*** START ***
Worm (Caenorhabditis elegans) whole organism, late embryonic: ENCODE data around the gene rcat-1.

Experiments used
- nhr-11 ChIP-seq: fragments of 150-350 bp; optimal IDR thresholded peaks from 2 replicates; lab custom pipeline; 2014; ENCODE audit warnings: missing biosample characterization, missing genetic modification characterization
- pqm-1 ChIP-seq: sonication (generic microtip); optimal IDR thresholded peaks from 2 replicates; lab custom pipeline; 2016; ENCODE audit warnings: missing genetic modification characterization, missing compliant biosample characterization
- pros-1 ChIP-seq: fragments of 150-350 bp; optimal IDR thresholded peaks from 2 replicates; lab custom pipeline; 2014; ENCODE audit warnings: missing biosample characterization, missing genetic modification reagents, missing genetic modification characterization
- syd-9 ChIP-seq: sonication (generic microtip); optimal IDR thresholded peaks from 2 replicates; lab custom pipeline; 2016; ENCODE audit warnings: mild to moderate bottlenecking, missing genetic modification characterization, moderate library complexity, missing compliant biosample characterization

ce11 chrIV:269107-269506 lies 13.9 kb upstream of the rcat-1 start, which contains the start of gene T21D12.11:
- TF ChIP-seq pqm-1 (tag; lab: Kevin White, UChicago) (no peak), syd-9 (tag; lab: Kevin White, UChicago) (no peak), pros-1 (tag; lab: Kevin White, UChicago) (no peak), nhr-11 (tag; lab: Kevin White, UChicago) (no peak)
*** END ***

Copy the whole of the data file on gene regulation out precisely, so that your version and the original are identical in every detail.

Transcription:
Worm (Caenorhabditis elegans) whole organism, late embryonic: ENCODE data around the gene rcat-1.

Experiments used
- nhr-11 ChIP-seq: fragments of 150-350 bp; optimal IDR thresholded peaks from 2 replicates; lab custom pipeline; 2014; ENCODE audit warnings: missing biosample characterization, missing genetic modification characterization
- pqm-1 ChIP-seq: sonication (generic microtip); optimal IDR thresholded peaks from 2 replicates; lab custom pipeline; 2016; ENCODE audit warnings: missing genetic modification characterization, missing compliant biosample characterization
- pros-1 ChIP-seq: fragments of 150-350 bp; optimal IDR thresholded peaks from 2 replicates; lab custom pipeline; 2014; ENCODE audit warnings: missing biosample characterization, missing genetic modification reagents, missing genetic modification characterization
- syd-9 ChIP-seq: sonication (generic microtip); optimal IDR thresholded peaks from 2 replicates; lab custom pipeline; 2016; ENCODE audit warnings: mild to moderate bottlenecking, missing genetic modification characterization, moderate library complexity, missing compliant biosample characterization

ce11 chrIV:269107-269506 lies 13.9 kb upstream of the rcat-1 start, which contains the start of gene T21D12.11:
- TF ChIP-seq pqm-1 (tag; lab: Kevin White, UChicago) (no peak), syd-9 (tag; lab: Kevin White, UChicago) (no peak), pros-1 (tag; lab: Kevin White, UChicago) (no peak), nhr-11 (tag; lab: Kevin White, UChicago) (no peak)